Unveiled in a new study is the fact that reading eBooks from laptops, tablets, and cell phones prior to bedtime has an impact on the ability to fall asleep. Anne-Marie Chang, co-author and bio behavioral health professor with Penn State explains that the study consisted of 12 adults who for two weeks were monitored at Brigham and Women’s Hospital in Boston.
As part of the study, which was published in the recent journal of “Proceedings of the National Academy of Sciences”, heart rate and brain waves were carefully monitored and blood samples of the participants drawn. For a period of five days, each individual read paperback or hardcover books and then for another five-day period read eBooks on an iPad.
Throughout these timeframes blood was taken periodically, which showed that melatonin production was lower in the people who read eBooks. Researchers also discovered the amount of time it took for these same individuals to fall asleep was much longer.
As reported by Professor Chang, short wavelength enriched light is emitted from laptops, tablets, and cell phones that when compared to natural light, have a greater concentration of blue light.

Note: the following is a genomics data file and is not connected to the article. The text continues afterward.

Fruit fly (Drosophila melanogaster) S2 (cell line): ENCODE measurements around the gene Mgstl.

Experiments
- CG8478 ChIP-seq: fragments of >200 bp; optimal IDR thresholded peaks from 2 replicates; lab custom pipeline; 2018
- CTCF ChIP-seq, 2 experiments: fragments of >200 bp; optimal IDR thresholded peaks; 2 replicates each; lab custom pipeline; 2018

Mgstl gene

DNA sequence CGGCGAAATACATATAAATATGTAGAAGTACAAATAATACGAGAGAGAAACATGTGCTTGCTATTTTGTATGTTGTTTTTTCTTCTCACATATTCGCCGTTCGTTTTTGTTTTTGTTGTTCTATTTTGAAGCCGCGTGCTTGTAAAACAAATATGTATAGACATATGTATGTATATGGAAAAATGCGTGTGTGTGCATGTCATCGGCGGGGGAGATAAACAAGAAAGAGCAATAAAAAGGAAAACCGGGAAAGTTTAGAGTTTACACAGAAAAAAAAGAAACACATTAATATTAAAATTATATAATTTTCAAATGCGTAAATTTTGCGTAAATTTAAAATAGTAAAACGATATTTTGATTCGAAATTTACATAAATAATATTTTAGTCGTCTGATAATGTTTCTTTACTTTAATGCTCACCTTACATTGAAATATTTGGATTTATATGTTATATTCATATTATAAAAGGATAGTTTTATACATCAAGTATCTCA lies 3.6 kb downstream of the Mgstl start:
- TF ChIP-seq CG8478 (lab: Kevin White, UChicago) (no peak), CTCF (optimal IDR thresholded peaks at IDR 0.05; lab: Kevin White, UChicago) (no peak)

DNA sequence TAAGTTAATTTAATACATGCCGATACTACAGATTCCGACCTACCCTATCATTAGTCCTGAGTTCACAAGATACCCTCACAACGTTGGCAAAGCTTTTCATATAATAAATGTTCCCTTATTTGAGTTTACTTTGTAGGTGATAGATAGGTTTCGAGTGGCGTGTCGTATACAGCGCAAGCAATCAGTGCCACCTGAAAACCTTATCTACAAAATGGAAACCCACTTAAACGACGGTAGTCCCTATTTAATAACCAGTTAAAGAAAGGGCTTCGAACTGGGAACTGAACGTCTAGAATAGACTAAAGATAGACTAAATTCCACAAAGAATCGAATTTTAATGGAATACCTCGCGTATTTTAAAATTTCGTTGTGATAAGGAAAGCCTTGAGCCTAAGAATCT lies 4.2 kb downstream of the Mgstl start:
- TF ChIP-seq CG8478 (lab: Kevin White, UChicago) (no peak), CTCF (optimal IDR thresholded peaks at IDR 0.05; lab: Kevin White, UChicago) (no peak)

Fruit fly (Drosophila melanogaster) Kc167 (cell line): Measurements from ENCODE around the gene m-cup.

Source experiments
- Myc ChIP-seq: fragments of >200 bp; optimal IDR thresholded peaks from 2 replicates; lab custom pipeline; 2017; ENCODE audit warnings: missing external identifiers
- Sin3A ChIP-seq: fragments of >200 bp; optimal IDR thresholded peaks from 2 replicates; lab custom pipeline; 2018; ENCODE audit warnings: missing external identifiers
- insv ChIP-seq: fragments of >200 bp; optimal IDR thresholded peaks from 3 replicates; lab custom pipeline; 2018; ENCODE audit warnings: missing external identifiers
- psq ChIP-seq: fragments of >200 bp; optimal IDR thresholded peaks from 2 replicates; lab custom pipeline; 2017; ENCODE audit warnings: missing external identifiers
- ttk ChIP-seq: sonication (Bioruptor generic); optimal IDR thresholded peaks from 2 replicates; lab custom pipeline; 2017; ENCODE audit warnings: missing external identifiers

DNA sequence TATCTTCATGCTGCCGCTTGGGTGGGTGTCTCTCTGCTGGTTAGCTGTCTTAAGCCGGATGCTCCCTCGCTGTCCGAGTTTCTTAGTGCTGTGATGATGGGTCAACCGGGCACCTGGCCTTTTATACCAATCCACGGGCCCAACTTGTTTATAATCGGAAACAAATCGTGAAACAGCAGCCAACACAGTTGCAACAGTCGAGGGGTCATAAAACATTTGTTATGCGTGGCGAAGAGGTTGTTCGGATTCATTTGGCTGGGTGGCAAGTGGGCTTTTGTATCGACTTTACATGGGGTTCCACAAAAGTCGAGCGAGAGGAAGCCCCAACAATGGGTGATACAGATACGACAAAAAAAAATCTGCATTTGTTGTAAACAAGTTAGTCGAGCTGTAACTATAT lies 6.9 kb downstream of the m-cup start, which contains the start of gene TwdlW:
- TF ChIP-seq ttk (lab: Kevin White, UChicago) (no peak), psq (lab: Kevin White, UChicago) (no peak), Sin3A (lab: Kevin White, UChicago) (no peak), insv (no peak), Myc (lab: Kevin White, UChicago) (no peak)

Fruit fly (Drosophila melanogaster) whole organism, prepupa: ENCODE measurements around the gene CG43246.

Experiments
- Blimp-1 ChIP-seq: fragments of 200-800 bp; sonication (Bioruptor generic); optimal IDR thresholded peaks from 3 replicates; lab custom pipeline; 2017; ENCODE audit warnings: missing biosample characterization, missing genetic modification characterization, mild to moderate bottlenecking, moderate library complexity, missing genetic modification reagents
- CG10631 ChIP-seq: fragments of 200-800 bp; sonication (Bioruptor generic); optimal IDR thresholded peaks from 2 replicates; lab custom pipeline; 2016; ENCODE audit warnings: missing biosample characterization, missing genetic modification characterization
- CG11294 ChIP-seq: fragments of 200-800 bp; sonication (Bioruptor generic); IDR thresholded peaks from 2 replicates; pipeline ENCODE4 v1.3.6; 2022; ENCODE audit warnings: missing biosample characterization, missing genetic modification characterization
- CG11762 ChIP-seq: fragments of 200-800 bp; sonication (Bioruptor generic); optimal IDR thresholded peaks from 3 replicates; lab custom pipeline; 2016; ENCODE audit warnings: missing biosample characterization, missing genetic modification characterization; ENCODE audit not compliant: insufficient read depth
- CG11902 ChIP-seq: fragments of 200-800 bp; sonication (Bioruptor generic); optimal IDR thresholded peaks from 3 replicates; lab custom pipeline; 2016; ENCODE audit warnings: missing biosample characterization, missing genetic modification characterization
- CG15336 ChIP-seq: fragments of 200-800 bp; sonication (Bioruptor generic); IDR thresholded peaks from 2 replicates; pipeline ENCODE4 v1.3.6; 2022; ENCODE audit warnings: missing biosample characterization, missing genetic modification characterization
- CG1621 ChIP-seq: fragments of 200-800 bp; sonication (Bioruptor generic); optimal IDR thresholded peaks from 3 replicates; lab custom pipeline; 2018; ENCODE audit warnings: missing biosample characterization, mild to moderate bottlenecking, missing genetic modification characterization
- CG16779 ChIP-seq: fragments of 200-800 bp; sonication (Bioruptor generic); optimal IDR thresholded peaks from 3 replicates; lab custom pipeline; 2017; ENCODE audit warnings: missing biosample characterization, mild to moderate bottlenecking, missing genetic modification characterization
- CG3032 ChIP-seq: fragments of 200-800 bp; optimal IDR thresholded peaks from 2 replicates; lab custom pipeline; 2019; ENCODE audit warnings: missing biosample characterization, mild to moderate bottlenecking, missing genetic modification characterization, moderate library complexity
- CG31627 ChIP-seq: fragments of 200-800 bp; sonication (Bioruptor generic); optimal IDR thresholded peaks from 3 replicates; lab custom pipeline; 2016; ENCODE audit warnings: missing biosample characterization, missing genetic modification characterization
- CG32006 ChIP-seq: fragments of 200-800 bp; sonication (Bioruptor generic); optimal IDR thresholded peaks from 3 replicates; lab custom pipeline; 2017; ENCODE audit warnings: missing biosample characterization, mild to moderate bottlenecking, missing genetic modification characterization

Of the participants who read eBooks on a computer or tablet prior to bedtime, REM sleep periods were also shorter. REM, which is deep sleep needed for the body to rest and recover is imperative so when someone does not get enough REM, learning and memory capabilities could be affected.
Professor Chang went on to say that researchers were aware that sleep and alertness, as well as circadian rhythms, are affected by evening light but what they wanted to confirm was whether light emitted from laptops, tablets, and cell phones prior to bed would product the same outcome.
After uncovering the findings of this study, Chang along with her colleagues strongly recommend that people interested in reading before going to bed should choose a conventional hardback or paperback book or a laptop, tablet, or cell phone that does not emit light.